Home > MISS. COM'N ON JUD. PERFORMANCE v. Patton

MISS. COM'N ON JUD. PERFORMANCE v. Patton

57 So.3d 626 (2011)
MISSISSIPPI COMMISSION ON JUDICIAL PERFORMANCE
v.
Houston J. PATTON.
No. 2010-JP-01387-SCT.

Supreme Court of Mississippi.

March 31, 2011.

628*628 Darlene D. Ballard, attorney for appellant.

Sorie S. Tarawally, Jackson, attorney for appellee.

EN BANC.

LAMAR, Justice, for the Court:

¶ 1. The Mississippi Commission on Judicial Performance recommended that Houston J. Patton, County Court Judge for Hinds County, be publicly reprimanded and ordered to pay a fine of $1,000 and costs of $100 for engaging in ex parte communications, misusing his contempt power, failing to properly notice hearings, granting relief not requested, and issuing a search warrant without legal authority, all actions which the Commission found to constitute willful misconduct in office. Judge Patton joined the Commission's recommendations and has admitted to all charges of misconduct. After reviewing the record, we find the recommended sanctions to be insufficient, and we decline to adopt the Commission's recommendations. We impose a sanction of suspension without pay for thirty days, a public reprimand, a fine of $1,000, and costs of $100.

STATEMENT OF FACTS AND PROCEEDINGS

¶ 2. On February 19, 2009, the Commission filed a formal complaint, in which it alleged that Judge Patton had engaged in improper conduct in two cases involving the same defendant. In the first case,[1] the Commission averred that Judge Patton had engaged in ex parte communications with the plaintiffs and counsel for the defendant; had presided over numerous hearings and entered orders without proper notice to the defendant; had wrongfully held the defendant in contempt, which resulted in his incarceration; and had wrongfully issued a search warrant for the defendant's premises in violation of his due-process rights. And in the second case,[2] the Commission averred that Judge Patton had engaged in ex parte communications with the plaintiff and counsel for the defendant; had granted relief not prayed for by the plaintiffs; and had 629*629 wrongfully held the defendant in contempt, resulting in his incarceration. The Commission found that Judge Patton's conduct in both cases had violated Canons 1, 2A, 2B, 3B(2), 3B(7), 3B(8), and 3B(9) of the Code of Judicial Conduct. The Commission further found that Judge Patton's actions constituted "... (b) willful misconduct in office; [and] (e) conduct prejudicial to the administration of justice which brings the judicial office into disrepute[.]"[3]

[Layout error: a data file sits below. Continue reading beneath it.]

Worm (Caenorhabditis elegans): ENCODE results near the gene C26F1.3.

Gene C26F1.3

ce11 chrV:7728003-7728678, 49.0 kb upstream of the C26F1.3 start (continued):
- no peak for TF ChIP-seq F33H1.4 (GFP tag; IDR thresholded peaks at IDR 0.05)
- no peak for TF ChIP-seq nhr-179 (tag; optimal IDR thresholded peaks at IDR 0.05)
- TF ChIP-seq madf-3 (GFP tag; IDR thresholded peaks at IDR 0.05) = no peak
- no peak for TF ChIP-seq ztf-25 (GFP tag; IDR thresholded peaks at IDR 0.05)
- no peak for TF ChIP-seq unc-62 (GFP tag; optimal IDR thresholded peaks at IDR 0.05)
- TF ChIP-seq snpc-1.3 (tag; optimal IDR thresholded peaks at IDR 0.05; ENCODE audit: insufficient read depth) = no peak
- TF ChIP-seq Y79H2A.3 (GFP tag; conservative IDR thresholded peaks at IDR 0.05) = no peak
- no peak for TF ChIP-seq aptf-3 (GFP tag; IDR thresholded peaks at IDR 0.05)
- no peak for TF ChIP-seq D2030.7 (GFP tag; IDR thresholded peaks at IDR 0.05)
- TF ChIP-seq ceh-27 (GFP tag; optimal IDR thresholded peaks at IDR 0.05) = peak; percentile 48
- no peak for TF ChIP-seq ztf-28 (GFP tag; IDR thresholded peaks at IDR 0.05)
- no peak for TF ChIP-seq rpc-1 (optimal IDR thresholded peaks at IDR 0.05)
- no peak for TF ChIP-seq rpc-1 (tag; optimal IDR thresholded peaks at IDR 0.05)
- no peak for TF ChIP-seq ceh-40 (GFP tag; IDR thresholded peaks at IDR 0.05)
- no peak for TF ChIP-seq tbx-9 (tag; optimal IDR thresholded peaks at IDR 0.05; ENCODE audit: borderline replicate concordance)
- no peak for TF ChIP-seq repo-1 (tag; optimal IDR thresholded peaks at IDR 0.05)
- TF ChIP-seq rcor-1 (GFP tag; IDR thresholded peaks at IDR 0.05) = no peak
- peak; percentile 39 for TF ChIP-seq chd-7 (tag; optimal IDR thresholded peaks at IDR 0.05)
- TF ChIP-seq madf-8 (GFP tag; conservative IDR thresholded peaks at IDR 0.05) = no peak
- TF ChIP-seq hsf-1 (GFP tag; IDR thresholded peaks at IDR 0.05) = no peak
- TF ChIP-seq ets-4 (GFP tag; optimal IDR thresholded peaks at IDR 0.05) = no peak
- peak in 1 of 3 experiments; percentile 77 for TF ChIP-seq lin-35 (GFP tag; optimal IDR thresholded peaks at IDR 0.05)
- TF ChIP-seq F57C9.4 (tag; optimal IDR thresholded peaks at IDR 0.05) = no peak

¶ 3. On May 19, 2010, the Commission filed a second formal complaint against Judge Patton. The Commission averred that Judge Patton again unlawfully had held a party in contempt, resulting in incarceration.[4] The Commission found that Judge Patton's conduct had violated Canons 1, 2A, 2B, 3B(2), 3B(7), 3B(8), and 3C(1) of the Code of Judicial Conduct and Article 3, Section 30 of the Mississippi Constitution,[5] which prohibits imprisonment for debt. The Commission found the conduct was sanctionable under Section 177A of the Mississippi Constitution, as it was "... (b) willful misconduct in office; [and] (e) conduct prejudicial to the administration of justice which brings the judicial office into disrepute."[6] The Commission, through its attorney, and Judge Patton entered into an Agreed Statement of Facts and Proposed Recommendation in lieu of a hearing. This agreed statement essentially reiterated the facts set forth in the formal complaints. Judge Patton and the Commission agreed that he had violated Article 3, Section 30 of the Mississippi Constitution and Canons 1, 2A, 2B, 3B(2), 3B(7), 3B(8), 3B(9), 3C(1), and that his conduct was willful and prejudicial to the administration of justice under Section 177A of the Mississippi Constitution. They agreed that the appropriate sanctions should be a public reprimand, a $1,000 fine, and $100 in costs. The full Commission accepted and adopted the Agreed Statement of Facts and Proposed Recommendation with one change; it was silent as to a violation of Article 3, Section 30, of the Mississippi Constitution.